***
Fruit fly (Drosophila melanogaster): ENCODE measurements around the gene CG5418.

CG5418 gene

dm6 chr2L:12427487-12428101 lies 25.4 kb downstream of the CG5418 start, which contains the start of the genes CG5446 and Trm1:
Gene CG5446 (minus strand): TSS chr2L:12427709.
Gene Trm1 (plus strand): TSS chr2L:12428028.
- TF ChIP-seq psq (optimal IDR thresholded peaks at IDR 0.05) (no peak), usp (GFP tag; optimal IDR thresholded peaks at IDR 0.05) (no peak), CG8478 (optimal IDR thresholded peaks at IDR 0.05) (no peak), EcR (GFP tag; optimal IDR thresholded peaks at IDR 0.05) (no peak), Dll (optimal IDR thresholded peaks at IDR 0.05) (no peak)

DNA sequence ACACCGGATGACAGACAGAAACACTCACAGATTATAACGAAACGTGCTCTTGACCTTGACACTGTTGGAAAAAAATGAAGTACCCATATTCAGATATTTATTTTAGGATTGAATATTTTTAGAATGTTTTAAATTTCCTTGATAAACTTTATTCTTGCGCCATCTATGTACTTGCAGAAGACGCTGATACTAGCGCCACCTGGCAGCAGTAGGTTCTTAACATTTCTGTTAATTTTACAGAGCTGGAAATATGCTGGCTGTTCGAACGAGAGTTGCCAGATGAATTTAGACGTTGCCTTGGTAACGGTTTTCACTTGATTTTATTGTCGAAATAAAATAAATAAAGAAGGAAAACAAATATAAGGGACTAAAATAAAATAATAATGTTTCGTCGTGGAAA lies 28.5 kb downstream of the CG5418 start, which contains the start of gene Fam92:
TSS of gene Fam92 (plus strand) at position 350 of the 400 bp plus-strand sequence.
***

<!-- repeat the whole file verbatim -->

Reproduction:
Fruit fly (Drosophila melanogaster): ENCODE measurements around the gene CG5418.

CG5418 gene

dm6 chr2L:12427487-12428101 lies 25.4 kb downstream of the CG5418 start, which contains the start of the genes CG5446 and Trm1:
Gene CG5446 (minus strand): TSS chr2L:12427709.
Gene Trm1 (plus strand): TSS chr2L:12428028.
- TF ChIP-seq psq (optimal IDR thresholded peaks at IDR 0.05) (no peak), usp (GFP tag; optimal IDR thresholded peaks at IDR 0.05) (no peak), CG8478 (optimal IDR thresholded peaks at IDR 0.05) (no peak), EcR (GFP tag; optimal IDR thresholded peaks at IDR 0.05) (no peak), Dll (optimal IDR thresholded peaks at IDR 0.05) (no peak)

DNA sequence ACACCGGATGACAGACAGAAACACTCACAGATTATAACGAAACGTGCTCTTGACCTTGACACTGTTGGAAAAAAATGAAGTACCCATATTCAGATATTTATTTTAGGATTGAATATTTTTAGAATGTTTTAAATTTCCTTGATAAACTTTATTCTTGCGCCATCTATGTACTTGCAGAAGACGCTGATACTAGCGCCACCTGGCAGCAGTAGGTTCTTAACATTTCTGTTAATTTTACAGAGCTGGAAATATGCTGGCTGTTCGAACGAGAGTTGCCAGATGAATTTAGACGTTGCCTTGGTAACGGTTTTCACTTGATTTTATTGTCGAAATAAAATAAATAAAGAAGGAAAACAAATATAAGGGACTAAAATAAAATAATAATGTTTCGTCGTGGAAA lies 28.5 kb downstream of the CG5418 start, which contains the start of gene Fam92:
TSS of gene Fam92 (plus strand) at position 350 of the 400 bp plus-strand sequence.